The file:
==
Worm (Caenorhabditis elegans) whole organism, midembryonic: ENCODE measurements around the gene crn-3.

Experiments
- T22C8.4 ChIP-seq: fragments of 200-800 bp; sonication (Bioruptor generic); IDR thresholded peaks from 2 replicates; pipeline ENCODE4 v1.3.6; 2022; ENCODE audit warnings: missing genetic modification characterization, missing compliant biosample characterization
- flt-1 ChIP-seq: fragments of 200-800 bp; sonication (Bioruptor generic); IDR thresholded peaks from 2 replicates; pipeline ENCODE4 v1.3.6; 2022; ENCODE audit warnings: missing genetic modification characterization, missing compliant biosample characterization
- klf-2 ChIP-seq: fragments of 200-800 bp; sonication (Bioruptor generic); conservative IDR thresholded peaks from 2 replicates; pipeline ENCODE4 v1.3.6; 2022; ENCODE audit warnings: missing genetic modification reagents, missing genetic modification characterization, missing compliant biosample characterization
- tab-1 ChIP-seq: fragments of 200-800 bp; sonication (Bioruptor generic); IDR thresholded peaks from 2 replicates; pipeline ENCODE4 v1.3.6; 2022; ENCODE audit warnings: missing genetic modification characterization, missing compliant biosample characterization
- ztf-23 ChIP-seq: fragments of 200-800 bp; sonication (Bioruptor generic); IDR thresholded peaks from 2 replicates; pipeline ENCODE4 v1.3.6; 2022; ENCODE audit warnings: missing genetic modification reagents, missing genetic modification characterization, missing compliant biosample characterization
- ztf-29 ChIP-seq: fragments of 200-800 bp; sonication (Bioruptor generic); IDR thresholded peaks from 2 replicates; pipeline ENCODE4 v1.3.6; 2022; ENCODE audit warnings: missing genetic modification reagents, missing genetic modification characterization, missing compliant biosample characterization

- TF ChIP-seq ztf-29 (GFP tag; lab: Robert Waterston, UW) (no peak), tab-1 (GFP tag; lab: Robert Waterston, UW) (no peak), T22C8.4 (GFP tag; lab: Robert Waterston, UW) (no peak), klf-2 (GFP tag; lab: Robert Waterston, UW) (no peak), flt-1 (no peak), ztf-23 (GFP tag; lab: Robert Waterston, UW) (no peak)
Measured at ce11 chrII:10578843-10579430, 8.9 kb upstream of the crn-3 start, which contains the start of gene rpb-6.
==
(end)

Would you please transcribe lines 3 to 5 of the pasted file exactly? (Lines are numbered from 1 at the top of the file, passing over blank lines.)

- T22C8.4 ChIP-seq: fragments of 200-800 bp; sonication (Bioruptor generic); IDR thresholded peaks from 2 replicates; pipeline ENCODE4 v1.3.6; 2022; ENCODE audit warnings: missing genetic modification characterization, missing compliant biosample characterization
- flt-1 ChIP-seq: fragments of 200-800 bp; sonication (Bioruptor generic); IDR thresholded peaks from 2 replicates; pipeline ENCODE4 v1.3.6; 2022; ENCODE audit warnings: missing genetic modification characterization, missing compliant biosample characterization
- klf-2 ChIP-seq: fragments of 200-800 bp; sonication (Bioruptor generic); conservative IDR thresholded peaks from 2 replicates; pipeline ENCODE4 v1.3.6; 2022; ENCODE audit warnings: missing genetic modification reagents, missing genetic modification characterization, missing compliant biosample characterization